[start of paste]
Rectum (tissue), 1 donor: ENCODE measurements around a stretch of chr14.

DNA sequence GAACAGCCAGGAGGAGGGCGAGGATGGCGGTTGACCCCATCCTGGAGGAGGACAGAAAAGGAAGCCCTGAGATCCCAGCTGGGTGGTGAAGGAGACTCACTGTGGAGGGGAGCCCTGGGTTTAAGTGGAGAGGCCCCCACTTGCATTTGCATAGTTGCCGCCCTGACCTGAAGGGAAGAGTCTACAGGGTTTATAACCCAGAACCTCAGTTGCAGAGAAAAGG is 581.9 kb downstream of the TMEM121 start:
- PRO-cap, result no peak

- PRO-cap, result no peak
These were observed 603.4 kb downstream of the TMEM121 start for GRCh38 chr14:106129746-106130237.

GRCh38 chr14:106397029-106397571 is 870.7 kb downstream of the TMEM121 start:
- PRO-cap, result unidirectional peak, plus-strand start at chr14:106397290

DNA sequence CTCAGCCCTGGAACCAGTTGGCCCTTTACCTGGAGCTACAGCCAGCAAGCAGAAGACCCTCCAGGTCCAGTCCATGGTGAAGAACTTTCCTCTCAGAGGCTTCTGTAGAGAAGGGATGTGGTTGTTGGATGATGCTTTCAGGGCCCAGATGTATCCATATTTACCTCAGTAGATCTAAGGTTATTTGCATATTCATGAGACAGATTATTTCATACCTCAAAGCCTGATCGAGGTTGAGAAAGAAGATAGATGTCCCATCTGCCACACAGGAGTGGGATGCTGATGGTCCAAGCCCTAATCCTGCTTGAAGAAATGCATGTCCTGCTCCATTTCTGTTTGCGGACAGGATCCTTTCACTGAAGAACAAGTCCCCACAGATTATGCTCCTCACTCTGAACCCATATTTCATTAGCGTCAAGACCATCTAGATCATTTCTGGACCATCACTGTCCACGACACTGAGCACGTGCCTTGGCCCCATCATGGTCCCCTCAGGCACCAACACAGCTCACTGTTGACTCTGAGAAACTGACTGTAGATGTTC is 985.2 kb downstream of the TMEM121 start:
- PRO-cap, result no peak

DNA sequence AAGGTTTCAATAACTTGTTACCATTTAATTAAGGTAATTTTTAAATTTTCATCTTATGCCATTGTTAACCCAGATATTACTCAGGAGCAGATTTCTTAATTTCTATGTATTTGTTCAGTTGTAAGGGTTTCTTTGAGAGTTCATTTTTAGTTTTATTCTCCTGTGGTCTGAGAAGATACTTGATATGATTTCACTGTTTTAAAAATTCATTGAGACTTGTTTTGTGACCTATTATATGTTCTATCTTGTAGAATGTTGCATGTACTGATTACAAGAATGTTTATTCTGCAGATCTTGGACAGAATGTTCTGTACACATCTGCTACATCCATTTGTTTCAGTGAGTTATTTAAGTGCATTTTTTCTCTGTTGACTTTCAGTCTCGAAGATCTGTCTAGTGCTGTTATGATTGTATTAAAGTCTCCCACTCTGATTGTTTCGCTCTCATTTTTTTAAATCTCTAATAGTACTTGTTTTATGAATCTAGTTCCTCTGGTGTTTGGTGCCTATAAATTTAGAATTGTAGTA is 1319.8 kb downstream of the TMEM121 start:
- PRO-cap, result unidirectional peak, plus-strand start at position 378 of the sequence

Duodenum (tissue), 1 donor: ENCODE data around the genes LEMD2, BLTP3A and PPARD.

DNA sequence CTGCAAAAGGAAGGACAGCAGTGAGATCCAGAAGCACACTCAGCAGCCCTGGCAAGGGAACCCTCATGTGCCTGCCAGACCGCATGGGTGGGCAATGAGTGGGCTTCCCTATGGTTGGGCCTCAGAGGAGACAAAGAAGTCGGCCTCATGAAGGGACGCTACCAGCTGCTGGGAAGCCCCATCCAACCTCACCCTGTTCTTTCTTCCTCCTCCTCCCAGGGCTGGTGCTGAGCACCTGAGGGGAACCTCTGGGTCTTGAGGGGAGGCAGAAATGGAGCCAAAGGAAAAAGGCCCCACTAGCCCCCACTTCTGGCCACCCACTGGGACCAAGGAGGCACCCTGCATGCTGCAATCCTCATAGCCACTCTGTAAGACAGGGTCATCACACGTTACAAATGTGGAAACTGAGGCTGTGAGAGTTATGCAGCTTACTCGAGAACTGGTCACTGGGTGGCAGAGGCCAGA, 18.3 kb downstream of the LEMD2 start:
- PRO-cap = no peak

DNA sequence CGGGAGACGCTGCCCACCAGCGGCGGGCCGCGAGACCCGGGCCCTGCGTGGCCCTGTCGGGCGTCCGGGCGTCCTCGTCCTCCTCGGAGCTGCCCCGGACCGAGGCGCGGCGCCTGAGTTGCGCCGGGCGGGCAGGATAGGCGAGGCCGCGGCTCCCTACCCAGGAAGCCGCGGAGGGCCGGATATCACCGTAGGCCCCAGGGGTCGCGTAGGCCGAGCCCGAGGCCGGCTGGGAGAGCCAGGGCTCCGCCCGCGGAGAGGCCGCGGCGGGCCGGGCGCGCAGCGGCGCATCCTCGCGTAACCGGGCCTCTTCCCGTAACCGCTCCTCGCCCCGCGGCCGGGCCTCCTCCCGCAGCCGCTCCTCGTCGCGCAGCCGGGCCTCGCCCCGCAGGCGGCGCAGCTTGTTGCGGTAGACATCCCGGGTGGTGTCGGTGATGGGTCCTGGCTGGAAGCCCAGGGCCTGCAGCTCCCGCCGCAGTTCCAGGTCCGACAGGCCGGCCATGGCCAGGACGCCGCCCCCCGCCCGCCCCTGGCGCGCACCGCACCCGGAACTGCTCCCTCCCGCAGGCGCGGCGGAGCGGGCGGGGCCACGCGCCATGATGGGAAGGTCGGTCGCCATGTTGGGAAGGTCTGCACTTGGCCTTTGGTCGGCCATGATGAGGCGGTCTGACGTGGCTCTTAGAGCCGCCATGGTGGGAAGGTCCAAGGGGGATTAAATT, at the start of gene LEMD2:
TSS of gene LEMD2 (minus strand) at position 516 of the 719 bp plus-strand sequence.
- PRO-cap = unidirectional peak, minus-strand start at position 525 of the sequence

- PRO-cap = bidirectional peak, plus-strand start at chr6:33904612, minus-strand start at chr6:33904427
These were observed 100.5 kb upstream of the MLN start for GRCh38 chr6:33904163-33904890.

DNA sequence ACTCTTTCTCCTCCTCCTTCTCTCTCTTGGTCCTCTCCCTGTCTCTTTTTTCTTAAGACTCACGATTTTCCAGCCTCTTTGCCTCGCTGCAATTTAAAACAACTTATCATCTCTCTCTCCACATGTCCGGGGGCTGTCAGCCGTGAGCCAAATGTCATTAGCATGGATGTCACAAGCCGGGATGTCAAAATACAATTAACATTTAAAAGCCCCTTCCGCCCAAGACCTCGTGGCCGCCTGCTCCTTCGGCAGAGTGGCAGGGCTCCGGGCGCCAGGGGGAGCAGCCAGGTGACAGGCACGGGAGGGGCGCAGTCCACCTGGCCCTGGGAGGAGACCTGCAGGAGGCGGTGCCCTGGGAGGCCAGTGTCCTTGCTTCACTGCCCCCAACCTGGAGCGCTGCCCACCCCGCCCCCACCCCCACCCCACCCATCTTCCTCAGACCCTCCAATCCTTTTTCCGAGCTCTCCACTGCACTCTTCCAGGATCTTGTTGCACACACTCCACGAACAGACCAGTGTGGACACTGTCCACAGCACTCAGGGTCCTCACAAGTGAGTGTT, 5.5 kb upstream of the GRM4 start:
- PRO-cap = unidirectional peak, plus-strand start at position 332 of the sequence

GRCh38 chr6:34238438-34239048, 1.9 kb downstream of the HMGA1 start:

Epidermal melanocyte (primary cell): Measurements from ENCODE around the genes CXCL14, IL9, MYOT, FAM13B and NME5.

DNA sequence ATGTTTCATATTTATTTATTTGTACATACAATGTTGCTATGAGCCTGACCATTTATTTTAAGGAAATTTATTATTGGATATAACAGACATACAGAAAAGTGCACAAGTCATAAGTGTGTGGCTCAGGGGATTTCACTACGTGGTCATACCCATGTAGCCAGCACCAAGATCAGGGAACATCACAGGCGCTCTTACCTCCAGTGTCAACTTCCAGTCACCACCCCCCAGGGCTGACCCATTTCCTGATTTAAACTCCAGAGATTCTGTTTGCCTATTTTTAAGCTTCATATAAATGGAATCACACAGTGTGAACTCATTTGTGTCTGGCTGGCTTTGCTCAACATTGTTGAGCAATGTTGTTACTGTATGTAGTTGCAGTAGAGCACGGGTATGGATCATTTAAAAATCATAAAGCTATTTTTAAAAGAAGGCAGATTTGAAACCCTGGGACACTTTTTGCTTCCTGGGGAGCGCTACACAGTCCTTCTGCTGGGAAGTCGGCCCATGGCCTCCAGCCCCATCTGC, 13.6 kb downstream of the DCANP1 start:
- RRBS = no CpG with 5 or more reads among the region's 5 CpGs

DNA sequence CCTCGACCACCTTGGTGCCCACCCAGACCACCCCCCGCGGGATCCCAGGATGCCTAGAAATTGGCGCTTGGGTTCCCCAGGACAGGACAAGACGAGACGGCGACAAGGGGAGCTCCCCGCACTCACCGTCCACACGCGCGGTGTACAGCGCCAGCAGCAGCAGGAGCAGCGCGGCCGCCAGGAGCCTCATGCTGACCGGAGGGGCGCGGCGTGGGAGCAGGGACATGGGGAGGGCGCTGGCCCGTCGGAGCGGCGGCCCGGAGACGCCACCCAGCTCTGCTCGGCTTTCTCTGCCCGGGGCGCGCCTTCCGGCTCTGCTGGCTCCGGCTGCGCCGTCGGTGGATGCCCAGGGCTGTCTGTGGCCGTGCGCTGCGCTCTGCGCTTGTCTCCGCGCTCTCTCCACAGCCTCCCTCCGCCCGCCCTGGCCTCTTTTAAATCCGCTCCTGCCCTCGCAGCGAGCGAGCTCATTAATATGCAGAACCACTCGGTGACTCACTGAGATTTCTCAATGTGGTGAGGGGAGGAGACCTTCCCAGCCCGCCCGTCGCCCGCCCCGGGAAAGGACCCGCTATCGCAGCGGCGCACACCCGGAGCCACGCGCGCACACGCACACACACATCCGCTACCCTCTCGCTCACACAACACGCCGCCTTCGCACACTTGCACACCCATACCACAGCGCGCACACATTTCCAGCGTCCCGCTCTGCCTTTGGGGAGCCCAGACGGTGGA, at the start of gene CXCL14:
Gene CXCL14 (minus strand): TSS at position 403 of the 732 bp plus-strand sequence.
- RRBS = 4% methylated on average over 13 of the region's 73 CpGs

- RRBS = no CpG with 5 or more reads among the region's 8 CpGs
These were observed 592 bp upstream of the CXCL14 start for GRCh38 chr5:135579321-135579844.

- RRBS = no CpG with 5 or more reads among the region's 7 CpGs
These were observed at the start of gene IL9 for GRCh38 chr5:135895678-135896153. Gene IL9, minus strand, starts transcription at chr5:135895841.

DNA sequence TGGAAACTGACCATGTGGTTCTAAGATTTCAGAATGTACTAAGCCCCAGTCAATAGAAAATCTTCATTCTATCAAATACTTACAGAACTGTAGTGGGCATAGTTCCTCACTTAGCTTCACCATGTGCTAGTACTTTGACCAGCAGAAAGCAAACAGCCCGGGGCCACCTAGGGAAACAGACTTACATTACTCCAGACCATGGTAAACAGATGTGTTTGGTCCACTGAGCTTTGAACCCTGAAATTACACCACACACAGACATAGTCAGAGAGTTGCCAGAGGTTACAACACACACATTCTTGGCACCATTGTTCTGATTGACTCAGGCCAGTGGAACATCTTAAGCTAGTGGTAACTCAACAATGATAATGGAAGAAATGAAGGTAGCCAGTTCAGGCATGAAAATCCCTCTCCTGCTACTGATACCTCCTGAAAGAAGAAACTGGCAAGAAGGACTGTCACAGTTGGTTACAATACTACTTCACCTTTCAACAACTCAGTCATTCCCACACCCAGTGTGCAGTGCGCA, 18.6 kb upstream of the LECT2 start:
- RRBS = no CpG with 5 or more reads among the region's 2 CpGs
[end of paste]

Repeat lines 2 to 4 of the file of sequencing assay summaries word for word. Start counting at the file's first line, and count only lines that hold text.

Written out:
DNA sequence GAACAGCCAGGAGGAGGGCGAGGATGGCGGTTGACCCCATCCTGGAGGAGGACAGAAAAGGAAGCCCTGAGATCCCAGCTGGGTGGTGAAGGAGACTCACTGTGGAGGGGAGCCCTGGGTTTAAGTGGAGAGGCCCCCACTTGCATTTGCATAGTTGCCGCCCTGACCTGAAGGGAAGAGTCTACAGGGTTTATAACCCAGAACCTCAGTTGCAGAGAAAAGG is 581.9 kb downstream of the TMEM121 start:
- PRO-cap, result no peak

- PRO-cap, result no peak